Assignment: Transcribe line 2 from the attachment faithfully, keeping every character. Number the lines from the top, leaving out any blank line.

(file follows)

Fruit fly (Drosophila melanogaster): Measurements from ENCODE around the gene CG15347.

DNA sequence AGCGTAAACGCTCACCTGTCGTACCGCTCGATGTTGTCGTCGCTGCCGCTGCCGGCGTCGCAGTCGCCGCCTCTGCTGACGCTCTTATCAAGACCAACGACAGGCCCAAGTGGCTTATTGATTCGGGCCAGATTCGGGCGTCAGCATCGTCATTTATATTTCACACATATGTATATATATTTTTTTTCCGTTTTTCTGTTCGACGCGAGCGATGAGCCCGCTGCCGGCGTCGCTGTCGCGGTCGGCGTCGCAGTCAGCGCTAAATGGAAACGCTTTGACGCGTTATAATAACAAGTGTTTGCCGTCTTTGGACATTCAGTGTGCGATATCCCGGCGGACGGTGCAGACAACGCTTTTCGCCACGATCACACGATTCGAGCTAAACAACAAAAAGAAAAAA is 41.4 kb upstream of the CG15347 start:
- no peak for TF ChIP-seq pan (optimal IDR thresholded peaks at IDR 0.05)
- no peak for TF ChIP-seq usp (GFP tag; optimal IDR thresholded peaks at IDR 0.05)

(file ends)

DNA sequence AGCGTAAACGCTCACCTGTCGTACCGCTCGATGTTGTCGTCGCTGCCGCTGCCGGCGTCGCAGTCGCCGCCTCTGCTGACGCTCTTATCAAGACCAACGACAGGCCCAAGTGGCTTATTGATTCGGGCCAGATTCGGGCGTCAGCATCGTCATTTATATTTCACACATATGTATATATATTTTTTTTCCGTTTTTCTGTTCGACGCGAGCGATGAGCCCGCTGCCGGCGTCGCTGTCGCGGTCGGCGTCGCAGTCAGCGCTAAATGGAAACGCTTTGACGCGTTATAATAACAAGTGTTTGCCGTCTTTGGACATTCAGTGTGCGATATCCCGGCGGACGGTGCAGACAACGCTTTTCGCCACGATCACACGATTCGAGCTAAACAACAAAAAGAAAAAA is 41.4 kb upstream of the CG15347 start: